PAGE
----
The design of the Yamato-class battleships was shaped by expansionist movements within the Japanese government, Japanese industrial power, the need for a fleet powerful enough to intimidate adversaries. After the end of the First World War, many navies—including those of the United States, the United Kingdom, Imperial Japan—continued and expanded construction programs that had begun during the conflict; the enormous costs associated with these programs pressured their government leaders to begin a disarmament conference. On 8 July 1921, the United States' Secretary of State Charles Evans Hughes invited delegations from the other major maritime powers—France, Italy and the United Kingdom—to come to Washington, D. C. and discuss a possible end to the naval arms race. The subsequent Washington Naval Conference resulted in the Washington Naval Treaty. Along with many other provisions, it limited all future battleships to a standard displacement of 35,000 long tons and a maximum gun caliber of 16 inches.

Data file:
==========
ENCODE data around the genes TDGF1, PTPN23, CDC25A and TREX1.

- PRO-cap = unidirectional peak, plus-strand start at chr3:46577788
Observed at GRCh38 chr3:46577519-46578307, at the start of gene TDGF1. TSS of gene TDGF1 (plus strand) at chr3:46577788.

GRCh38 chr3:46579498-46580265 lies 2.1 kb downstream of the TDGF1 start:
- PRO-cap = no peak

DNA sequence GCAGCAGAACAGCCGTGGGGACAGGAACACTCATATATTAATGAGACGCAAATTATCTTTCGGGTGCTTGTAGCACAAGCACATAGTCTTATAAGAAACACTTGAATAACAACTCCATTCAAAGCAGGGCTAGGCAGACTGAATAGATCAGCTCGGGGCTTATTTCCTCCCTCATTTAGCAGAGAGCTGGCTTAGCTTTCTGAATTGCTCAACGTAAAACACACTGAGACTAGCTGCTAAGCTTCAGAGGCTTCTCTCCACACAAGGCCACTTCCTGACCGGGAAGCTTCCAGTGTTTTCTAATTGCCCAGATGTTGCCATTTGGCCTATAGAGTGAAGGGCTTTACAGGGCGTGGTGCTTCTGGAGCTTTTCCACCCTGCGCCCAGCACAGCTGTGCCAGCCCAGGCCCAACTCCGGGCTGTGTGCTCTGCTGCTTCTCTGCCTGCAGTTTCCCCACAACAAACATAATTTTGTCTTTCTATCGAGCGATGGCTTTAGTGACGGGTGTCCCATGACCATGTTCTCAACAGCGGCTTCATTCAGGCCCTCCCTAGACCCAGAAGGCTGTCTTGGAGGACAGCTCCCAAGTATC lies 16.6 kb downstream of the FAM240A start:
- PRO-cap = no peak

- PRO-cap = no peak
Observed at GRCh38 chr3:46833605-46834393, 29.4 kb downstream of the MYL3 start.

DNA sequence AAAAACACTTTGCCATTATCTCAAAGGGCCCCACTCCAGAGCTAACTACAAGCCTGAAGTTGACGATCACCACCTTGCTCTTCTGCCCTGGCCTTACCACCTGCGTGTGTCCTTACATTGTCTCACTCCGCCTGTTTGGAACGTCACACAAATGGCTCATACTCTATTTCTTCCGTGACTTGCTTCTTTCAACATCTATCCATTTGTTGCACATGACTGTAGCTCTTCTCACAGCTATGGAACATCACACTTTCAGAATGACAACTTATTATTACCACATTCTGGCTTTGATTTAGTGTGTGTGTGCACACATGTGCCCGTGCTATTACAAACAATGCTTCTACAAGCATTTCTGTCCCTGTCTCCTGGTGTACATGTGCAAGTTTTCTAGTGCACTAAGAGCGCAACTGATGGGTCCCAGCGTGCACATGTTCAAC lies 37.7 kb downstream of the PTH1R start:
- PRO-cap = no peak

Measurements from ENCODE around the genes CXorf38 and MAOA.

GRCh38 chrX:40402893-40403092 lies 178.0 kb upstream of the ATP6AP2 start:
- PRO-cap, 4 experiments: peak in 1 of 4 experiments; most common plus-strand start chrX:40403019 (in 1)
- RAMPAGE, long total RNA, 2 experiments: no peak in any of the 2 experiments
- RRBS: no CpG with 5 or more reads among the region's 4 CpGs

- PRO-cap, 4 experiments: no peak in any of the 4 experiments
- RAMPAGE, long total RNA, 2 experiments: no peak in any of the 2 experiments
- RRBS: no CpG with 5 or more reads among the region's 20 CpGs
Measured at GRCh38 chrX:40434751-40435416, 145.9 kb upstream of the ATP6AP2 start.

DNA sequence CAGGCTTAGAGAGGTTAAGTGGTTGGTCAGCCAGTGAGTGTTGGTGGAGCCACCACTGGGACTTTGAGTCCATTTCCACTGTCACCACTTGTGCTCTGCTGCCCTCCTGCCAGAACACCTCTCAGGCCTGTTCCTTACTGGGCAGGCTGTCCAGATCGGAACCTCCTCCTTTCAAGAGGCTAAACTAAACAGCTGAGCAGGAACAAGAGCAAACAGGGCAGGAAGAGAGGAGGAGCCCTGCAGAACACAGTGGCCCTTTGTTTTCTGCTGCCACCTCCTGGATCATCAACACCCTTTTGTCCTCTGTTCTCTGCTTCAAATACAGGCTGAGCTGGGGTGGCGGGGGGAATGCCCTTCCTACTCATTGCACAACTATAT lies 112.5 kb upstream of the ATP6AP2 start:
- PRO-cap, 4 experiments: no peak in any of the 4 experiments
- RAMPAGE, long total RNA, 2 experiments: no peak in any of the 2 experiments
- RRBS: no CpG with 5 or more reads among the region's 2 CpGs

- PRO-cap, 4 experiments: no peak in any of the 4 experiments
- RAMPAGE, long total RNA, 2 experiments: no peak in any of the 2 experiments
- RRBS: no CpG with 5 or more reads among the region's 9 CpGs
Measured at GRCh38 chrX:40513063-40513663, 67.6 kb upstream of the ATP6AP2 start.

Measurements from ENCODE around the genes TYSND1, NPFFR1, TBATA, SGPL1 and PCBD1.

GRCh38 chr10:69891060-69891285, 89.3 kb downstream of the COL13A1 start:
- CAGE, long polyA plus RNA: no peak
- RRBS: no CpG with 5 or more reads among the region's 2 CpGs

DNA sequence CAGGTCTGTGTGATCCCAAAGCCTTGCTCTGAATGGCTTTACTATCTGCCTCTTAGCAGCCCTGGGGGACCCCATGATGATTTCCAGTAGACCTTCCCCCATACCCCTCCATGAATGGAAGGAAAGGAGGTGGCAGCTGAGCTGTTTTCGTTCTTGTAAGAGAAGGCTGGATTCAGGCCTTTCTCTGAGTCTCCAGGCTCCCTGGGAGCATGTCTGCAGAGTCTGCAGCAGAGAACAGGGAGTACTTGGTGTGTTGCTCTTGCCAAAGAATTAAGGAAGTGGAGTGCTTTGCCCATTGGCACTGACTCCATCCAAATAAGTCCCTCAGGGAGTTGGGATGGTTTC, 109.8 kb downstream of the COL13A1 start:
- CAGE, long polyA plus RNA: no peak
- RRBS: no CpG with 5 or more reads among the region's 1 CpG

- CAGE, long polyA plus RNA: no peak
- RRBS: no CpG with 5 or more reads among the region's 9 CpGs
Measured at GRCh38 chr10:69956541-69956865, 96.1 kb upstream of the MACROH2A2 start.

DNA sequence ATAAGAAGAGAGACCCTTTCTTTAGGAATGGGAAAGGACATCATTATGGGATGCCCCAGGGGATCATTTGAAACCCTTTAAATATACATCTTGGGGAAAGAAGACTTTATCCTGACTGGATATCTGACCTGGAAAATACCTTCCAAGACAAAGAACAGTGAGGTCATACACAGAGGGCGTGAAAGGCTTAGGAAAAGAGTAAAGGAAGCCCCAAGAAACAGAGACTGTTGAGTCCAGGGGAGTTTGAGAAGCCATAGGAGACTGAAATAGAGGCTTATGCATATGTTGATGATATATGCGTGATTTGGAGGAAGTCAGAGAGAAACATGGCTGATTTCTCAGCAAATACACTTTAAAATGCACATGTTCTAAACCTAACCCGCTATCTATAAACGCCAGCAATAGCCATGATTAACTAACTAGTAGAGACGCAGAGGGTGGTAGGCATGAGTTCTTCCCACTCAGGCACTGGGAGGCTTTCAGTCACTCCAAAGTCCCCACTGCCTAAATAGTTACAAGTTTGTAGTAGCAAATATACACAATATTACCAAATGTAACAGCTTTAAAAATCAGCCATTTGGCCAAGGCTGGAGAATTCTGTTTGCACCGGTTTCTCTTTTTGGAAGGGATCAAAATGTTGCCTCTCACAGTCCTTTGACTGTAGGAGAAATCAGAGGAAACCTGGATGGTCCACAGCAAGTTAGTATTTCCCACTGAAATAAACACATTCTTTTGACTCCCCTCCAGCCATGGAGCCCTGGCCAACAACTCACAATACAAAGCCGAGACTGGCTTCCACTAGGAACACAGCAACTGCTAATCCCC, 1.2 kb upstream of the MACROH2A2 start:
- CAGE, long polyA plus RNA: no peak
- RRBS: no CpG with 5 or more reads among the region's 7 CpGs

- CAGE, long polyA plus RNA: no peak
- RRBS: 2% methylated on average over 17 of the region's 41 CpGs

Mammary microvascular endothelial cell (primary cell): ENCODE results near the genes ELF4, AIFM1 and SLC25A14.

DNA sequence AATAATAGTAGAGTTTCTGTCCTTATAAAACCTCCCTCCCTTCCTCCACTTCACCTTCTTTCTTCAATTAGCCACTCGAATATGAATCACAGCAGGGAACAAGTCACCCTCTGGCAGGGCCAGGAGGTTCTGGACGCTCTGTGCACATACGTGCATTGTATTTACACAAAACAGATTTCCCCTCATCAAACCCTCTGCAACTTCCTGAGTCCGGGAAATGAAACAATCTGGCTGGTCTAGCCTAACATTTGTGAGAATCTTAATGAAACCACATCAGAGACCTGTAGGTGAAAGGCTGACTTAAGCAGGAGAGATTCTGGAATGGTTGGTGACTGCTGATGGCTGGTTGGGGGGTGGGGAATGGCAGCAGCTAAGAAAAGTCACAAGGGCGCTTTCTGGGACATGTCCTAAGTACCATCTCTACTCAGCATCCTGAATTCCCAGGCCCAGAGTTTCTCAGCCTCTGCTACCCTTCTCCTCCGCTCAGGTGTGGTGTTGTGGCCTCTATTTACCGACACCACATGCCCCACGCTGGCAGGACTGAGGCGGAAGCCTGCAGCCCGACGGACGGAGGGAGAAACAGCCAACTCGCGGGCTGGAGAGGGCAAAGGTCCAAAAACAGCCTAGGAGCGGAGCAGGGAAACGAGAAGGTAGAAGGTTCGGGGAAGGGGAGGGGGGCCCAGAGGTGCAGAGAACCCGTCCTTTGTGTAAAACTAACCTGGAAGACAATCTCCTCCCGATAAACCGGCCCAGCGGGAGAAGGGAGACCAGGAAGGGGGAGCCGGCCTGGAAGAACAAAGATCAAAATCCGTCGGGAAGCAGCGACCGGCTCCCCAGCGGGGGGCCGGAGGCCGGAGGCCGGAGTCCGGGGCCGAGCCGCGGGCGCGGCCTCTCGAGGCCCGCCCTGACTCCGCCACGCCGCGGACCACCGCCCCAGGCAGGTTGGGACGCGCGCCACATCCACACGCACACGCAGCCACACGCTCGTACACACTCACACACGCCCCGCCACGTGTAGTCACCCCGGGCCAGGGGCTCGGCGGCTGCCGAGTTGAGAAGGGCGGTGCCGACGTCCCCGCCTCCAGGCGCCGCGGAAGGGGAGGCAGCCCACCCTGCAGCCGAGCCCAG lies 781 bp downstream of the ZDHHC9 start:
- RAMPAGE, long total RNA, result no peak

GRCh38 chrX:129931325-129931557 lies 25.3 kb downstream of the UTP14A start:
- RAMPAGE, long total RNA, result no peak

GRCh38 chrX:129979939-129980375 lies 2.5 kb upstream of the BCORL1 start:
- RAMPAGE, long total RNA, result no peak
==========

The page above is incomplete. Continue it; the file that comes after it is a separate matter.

It agreed that the five countries would not construct more capital ships for ten years and would not replace any ship that survived the treaty until it was at least twenty years old. In the 1930s, the Japanese government began a shift towards ultranationalist militancy; this movement called for the expansion of the Japanese Empire to include much of the Pacific Ocean and Southeast Asia. The maintenance of such an empire—spanning 3,000 miles from China to Midway Island—required a sizable fleet capable of sustained control of territory. Although all of Japan's battleships built prior to the Yamato class had been completed before 1921—as the Washington Treaty had prevented any more from being completed—all had been either reconstructed or modernized, or both, in the 1930s; this modernization included, among other things, additional speed and firepower, which the Japanese intended to use to conquer and defend their aspired-to empire. When Japan withdrew from the League of Nations in 1934 over the Mukden Incident, it renounced all treaty obligations.